You’re striving to minimize your carbon footprint, and your house is energy efficient. Through diligent conservation efforts, you’ve greatly reduced the amount of natural gas and electricity required to run your home.
Bravo! But how does your residential energy budget compare to your transportation energy budget? You may be happy to brag about your low utility bills — but if you’re anything like me, you’re probably a little ashamed of your gasoline budget.
How much energy are you pumping into your car? To figure out the relative importance of residential energy versus vehicle energy, let’s do the math.
According to data compiled by the Energy Information Administration, the average American household spent $1,841 on residential energy in 2005, not including transportation. Consumption of energy for space heating, hot water, and electrical appliances averaged 97,734,040 Btu (site energy) per household:
Of course, residents of cold states use more fuel for space heating than residents of warm states. Different areas of the country tend to use different fuels; while residents of rural Maine use more heating oil, kerosene, and firewood than the national average, they use much less natural gas.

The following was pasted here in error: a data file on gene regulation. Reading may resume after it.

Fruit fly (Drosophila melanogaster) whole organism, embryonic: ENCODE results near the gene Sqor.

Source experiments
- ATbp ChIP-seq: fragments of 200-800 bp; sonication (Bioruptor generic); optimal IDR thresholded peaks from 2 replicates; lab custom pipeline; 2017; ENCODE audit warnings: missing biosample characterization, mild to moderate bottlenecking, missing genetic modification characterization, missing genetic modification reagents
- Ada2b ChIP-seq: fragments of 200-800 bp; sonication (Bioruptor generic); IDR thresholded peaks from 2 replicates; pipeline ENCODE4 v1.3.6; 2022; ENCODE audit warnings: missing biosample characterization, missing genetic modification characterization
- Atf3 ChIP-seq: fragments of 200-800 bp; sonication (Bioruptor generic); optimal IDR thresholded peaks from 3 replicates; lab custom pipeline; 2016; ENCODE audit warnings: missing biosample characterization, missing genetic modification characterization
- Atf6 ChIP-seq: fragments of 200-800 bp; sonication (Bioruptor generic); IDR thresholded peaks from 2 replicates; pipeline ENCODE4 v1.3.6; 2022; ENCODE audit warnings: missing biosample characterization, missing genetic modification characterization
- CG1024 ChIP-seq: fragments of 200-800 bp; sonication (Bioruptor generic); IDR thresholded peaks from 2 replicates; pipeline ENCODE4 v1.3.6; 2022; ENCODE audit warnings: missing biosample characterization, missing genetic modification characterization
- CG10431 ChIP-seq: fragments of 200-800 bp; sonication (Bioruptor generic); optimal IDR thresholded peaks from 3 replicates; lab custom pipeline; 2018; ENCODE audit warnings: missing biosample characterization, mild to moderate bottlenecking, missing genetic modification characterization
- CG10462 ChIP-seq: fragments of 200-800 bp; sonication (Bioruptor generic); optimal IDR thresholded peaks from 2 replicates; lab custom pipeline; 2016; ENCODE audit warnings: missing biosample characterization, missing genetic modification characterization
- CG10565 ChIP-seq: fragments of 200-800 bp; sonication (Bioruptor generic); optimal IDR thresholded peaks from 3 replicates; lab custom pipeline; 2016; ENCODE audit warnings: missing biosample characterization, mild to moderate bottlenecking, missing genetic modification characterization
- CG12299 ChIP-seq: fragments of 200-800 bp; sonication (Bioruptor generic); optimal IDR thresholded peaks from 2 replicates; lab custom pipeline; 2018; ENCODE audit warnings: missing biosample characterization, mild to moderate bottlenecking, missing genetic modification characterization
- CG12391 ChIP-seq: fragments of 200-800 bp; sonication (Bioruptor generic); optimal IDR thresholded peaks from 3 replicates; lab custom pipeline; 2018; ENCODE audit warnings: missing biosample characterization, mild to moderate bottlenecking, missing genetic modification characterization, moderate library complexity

If you want to perform your own calculations, here’s how to convert fuel use to Btu:
The best data I found on automobile transportation are from 2001. In that year, the average American household had 1.9 vehicles; these cars averaged 23.4 miles per gallon. On average, each household bought 908 gallons of gasoline (108,960,000 Btu) to drive 21,252 vehicle miles.
In other words, we use about 11% more energy for personal automobile transportation than we use to run our homes. If you’ve managed to cut your residential energy use to a level that is significantly below the national average, then transportation is probably responsible for the bulk of your carbon footprint.
You can estimate the actual…